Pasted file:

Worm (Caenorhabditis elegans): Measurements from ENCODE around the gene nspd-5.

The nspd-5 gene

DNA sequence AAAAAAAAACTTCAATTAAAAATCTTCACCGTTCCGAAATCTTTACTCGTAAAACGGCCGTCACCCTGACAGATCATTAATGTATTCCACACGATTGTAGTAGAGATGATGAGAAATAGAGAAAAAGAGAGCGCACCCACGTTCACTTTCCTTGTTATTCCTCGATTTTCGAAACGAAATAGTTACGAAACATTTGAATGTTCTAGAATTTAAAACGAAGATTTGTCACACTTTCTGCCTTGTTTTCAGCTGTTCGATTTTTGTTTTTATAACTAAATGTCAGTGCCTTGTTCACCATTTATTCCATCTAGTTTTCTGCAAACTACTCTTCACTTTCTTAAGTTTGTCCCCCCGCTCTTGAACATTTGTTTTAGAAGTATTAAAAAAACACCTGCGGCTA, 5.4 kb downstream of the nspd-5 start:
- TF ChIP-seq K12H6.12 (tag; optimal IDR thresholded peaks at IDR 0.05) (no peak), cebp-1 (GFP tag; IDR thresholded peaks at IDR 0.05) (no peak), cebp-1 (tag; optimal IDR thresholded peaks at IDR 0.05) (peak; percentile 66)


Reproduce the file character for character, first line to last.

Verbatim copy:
Worm (Caenorhabditis elegans): Measurements from ENCODE around the gene nspd-5.

The nspd-5 gene

DNA sequence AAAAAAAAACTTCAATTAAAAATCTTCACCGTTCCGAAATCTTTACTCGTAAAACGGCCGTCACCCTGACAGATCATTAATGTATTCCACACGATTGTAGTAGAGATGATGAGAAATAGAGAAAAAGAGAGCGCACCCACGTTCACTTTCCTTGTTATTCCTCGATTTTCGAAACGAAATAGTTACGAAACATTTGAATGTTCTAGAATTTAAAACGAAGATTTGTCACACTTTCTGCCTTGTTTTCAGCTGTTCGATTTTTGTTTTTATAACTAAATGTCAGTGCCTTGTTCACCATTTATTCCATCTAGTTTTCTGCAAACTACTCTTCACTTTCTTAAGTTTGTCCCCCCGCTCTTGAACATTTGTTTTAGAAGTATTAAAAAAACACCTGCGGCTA, 5.4 kb downstream of the nspd-5 start:
- TF ChIP-seq K12H6.12 (tag; optimal IDR thresholded peaks at IDR 0.05) (no peak), cebp-1 (GFP tag; IDR thresholded peaks at IDR 0.05) (no peak), cebp-1 (tag; optimal IDR thresholded peaks at IDR 0.05) (peak; percentile 66)